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  • Writer's pictureChristina Agar

Training is just a Game

Dog’s need to learn emotional self-control. Puppies don’t magically mature into patient and restrained adults. Many annoying dog behaviours are related to poor self-control.

Example: a dog that pulls on the lead because they cannot wait for you to keep up or busts through the door to be free. Don’t know how to wait, just want it NOW!

If you teach your dog how to control themselves in highly stimulating and exciting situations you not only have a well-mannered dog but also a less frustrated one.

I like to teach through games and many of the exercises we do in our Beginner sessions are games based that can be practiced on your everyday walks as well as in your home. Starting in your home and garden away from distractions helps to start building that muscle memory and anticipation of the game and reward before taking it ‘on the road’.

Games such as:

Wait for the Prize – This can be as simple as getting them to wait for you to put down their food bowl to waiting whilst you throw a toy before sending them to go pick it up.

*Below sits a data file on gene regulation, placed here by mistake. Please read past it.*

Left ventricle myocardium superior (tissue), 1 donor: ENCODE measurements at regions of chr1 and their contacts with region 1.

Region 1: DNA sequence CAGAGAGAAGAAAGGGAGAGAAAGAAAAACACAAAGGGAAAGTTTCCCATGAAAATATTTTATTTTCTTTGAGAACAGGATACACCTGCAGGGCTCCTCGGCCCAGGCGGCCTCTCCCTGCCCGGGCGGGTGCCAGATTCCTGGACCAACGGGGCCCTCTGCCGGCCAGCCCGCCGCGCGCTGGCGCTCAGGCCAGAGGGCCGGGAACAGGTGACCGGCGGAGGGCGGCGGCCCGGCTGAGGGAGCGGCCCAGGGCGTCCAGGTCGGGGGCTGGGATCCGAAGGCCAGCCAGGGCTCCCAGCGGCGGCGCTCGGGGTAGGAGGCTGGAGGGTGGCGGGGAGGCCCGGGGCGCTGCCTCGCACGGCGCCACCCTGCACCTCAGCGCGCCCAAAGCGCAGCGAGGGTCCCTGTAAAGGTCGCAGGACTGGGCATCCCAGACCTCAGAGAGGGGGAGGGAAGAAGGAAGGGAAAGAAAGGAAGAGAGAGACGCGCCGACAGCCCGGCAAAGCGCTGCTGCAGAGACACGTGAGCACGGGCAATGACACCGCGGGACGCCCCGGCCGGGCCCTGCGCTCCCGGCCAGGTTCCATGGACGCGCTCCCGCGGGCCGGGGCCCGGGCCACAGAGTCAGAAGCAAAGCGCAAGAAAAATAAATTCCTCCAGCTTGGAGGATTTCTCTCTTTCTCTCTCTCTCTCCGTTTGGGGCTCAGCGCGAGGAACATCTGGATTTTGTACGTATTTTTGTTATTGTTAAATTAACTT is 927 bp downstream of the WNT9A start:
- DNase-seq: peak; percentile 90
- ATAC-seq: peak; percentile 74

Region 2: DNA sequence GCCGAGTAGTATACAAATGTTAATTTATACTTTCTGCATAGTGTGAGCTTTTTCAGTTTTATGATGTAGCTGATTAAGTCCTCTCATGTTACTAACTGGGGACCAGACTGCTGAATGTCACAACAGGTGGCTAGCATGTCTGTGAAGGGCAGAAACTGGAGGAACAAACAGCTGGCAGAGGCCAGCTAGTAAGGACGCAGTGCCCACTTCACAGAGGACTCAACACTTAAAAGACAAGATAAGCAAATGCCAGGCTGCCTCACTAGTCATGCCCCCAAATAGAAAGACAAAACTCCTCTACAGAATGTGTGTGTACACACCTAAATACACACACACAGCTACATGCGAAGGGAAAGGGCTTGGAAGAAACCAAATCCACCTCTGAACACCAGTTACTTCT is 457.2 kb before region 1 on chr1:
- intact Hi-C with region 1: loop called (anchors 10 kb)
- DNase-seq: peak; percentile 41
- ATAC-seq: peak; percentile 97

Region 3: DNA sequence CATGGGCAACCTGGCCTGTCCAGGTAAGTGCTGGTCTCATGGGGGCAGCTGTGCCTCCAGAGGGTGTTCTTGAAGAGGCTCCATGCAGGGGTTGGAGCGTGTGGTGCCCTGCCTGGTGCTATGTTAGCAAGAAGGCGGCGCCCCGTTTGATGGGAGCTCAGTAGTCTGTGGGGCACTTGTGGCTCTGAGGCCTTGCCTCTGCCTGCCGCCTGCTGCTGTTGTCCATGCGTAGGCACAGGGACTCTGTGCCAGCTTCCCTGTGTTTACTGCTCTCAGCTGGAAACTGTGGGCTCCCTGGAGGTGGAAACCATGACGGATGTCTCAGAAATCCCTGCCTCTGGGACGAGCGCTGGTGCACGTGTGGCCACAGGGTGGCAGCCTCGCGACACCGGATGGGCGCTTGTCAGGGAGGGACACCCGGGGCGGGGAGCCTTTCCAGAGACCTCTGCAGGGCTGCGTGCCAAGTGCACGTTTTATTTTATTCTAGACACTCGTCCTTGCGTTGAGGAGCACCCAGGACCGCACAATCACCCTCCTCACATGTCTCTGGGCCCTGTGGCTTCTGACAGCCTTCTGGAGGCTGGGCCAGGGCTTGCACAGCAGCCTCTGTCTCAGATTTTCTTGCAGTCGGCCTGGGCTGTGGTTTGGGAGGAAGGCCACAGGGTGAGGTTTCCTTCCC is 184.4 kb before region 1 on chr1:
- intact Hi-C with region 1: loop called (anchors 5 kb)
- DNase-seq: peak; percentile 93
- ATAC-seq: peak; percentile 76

Leave this, Have that! – start with a treat in your closed hand and tell them to ‘Leave’ wait for them to back off and then throw a different treat or reward away from you. Build up to having a treat or toy on the floor, telling them to leave and if they do, throw another treat or toy away from the distraction. Make sure they never get the distraction treat or toy.

Eye contact releases Oxytocin in both you and your dog. It is the hormone for attachment, scientists call them ‘eye hugs’. So practice getting them to focus on you, remember to keep a connection by talking to them whilst you are asking them to focus on you and not what is going on around them. Use silly voices, have conversations and don’t feel self-conscious as you have your dog with you and not off getting into trouble.

Successful problem solving is a big confidence booster so let’s get those dog’s using their brains to solve things.

Hide and Seek – either you or members of the family or specific toys (name those toys i.e. bone, teddy, ball). For dogs that have the natural instinct to dig why not hide things in a ball or sand pit and give them an outlet for those instinct in a controlled manner.

Let’s Go Hunting – start simple by scattering a few treats on the ground or short grass and helping them find them and drop a few extra whilst helping. Once they have the idea of finding them you can make it more difficult by doing in long grass or even placing treats off the ground on stumps and low walls. Great for those dogs who like to scent.

Mental exercise is just as important as physical for a well-rounded dog. Playing games not only strengthens their brain but your bond.

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